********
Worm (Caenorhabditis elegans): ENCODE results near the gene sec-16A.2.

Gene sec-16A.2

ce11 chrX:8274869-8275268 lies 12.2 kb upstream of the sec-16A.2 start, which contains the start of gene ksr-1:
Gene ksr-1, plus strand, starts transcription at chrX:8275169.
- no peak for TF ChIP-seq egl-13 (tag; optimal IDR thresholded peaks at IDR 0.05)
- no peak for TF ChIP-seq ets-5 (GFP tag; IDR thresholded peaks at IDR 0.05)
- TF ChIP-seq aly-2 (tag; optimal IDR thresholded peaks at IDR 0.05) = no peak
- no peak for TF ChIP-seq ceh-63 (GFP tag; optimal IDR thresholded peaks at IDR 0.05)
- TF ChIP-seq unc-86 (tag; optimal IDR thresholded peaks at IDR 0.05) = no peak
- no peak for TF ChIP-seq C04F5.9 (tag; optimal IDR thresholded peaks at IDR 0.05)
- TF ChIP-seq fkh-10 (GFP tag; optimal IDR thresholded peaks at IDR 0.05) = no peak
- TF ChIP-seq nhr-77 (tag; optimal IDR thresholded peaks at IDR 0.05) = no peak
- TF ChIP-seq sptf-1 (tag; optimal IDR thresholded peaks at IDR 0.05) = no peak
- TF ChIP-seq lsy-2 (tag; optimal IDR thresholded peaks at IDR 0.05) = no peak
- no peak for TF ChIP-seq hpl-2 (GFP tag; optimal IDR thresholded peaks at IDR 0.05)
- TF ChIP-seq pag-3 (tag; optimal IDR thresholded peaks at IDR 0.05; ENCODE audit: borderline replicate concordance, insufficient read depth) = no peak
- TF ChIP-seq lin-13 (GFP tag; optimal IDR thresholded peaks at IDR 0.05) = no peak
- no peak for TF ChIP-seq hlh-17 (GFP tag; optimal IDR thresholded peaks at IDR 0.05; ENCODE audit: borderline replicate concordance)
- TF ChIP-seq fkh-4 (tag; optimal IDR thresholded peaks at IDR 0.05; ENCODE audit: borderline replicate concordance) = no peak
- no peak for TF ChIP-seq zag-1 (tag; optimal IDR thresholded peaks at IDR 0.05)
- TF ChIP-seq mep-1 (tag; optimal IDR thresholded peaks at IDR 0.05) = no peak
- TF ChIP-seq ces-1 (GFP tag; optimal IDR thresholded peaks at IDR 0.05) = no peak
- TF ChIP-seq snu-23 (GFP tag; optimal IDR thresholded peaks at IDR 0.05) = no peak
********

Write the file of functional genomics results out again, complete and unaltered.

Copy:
Worm (Caenorhabditis elegans): ENCODE results near the gene sec-16A.2.

Gene sec-16A.2

ce11 chrX:8274869-8275268 lies 12.2 kb upstream of the sec-16A.2 start, which contains the start of gene ksr-1:
Gene ksr-1, plus strand, starts transcription at chrX:8275169.
- no peak for TF ChIP-seq egl-13 (tag; optimal IDR thresholded peaks at IDR 0.05)
- no peak for TF ChIP-seq ets-5 (GFP tag; IDR thresholded peaks at IDR 0.05)
- TF ChIP-seq aly-2 (tag; optimal IDR thresholded peaks at IDR 0.05) = no peak
- no peak for TF ChIP-seq ceh-63 (GFP tag; optimal IDR thresholded peaks at IDR 0.05)
- TF ChIP-seq unc-86 (tag; optimal IDR thresholded peaks at IDR 0.05) = no peak
- no peak for TF ChIP-seq C04F5.9 (tag; optimal IDR thresholded peaks at IDR 0.05)
- TF ChIP-seq fkh-10 (GFP tag; optimal IDR thresholded peaks at IDR 0.05) = no peak
- TF ChIP-seq nhr-77 (tag; optimal IDR thresholded peaks at IDR 0.05) = no peak
- TF ChIP-seq sptf-1 (tag; optimal IDR thresholded peaks at IDR 0.05) = no peak
- TF ChIP-seq lsy-2 (tag; optimal IDR thresholded peaks at IDR 0.05) = no peak
- no peak for TF ChIP-seq hpl-2 (GFP tag; optimal IDR thresholded peaks at IDR 0.05)
- TF ChIP-seq pag-3 (tag; optimal IDR thresholded peaks at IDR 0.05; ENCODE audit: borderline replicate concordance, insufficient read depth) = no peak
- TF ChIP-seq lin-13 (GFP tag; optimal IDR thresholded peaks at IDR 0.05) = no peak
- no peak for TF ChIP-seq hlh-17 (GFP tag; optimal IDR thresholded peaks at IDR 0.05; ENCODE audit: borderline replicate concordance)
- TF ChIP-seq fkh-4 (tag; optimal IDR thresholded peaks at IDR 0.05; ENCODE audit: borderline replicate concordance) = no peak
- no peak for TF ChIP-seq zag-1 (tag; optimal IDR thresholded peaks at IDR 0.05)
- TF ChIP-seq mep-1 (tag; optimal IDR thresholded peaks at IDR 0.05) = no peak
- TF ChIP-seq ces-1 (GFP tag; optimal IDR thresholded peaks at IDR 0.05) = no peak
- TF ChIP-seq snu-23 (GFP tag; optimal IDR thresholded peaks at IDR 0.05) = no peak